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Using your dear friend, Enumerable

I recently had to look over some code that was returning inconsistent results. I was able to fix the code with a few minor changes, but it was still very hard to follow. Take a look:

    def audit_self      # what level the charts was actually coded for      actually_coded = self.cpt_code.code.last.to_i              # determine if elements PASS -> 0, FAIL -> 1, or PASS and undercoded -> -1      self.history_result  = pass_or_fail_elements( actually_coded, self.history_levels )      self.hpi_result      = pass_or_fail_elements( actually_coded, self.hpi_levels )      self.ros_result      = pass_or_fail_elements( actually_coded, self.ros_levels )      self.organ_result    = pass_or_fail_elements( actually_coded, self.organ_levels )      self.mfs_result      = pass_or_fail_elements( actually_coded, self.mfs_levels )      self.mdm_result      = pass_or_fail_elements( actually_coded, self.mdm_levels )        if self.any_elements_failed?        self.overall_result = 1      elsif self.all_elements_undercoded?        self.overall_result = -1      else        self.overall_result = 0      end        min_level = 5      max_level = 0        for elem in ["history_levels", "mdm_levels", "hpi_levels", "ros_levels", "organ_levels", "mfs_levels"]        levels = self.send elem        max_level = levels[0] if levels[0] > max_level        min_level = levels[1] if levels[1]     

The first thing I did was to refactor the redundant categories into a hash. This is probably debatable if this is clever or just good DRY practice. This is really up to you - I found Hash#each was up to the task with a couple of send calls.

    CATEGORIES = {:history_levels => :history_result=,                  :hpi_levels => :hpi_result=,                  :ros_levels => :ros_result=,                  :organ_levels => :organ_result=,                  :mfs_levels => :mfs_result=,                  :mdm_levels => :mdm_result= }    

So we use Hash#each to run through the hash, run our pass_or_fail method, and then run the setter method to save the result. This should really be refactored further into its own method, but I want to focus more on the Enumerable#inject method for this article.

      def audit_self      # what level the charts was actually coded for      actually_coded = self.cpt_code.code.last.to_i              # determine if elements PASS -> 0, FAIL -> 1, or PASS and undercoded -> -1      CATEGORIES.each do |level, result|        answer = pass_or_fail_elements(actually_coded, self.send(level))        self.send(result, answer)      end       #snipped for brevity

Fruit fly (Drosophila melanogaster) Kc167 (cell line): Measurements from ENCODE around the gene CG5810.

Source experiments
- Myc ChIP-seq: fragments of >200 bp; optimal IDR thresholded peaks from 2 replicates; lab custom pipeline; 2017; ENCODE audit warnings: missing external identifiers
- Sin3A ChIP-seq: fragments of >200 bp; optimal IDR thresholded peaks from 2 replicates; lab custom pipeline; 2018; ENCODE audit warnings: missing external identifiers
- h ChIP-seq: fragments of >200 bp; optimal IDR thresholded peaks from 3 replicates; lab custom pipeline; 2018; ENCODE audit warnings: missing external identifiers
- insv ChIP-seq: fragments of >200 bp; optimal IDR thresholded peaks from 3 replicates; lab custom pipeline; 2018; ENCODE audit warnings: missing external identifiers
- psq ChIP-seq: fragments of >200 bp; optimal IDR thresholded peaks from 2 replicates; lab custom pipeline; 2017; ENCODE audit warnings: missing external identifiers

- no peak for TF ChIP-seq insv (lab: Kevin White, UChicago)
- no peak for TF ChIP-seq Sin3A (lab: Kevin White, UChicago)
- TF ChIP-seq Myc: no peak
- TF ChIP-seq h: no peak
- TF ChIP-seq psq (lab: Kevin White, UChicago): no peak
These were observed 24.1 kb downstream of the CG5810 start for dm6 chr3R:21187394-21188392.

I refactored the code below to move that ugly for loop into its own method, and used inject instead, which seems much cleaner to me. By moving the code to its own method, writing tests for the logic flow becomes easier. It also makes it easier to track down these type of problems in the future.

            self.recommended_code = self.cpt_code.code.chop + minimum_coding_level.to_s            self.save    end        def minimum_coding_level      CATEGORIES.inject(0) do |result, level_method|        minimum = (self.send level_method[0]).first        result     

Ah, now the good part. Enumberable#inject is a very powerful tool, but if you aren't familiar with it, this code might feel a bit dense or unreadable. Inject allows us to loop through an array or hash - the variable named "result" contains the return value of our block each time. In our case, we are trying to find the highest minimum number. One thing that might look odd in this example is the level_method[0] - since we are using a hash, the key/value pair is set to level_method (as an array) and we just care about the key in this case.

Go forth young padawans and apply these learning to clean up your code and remove those for loops!

*Note:* I do realize this code could be refactored even more, but I really wanted to use this code as an example or how to use Enumerables, not so much about model method refactoring.

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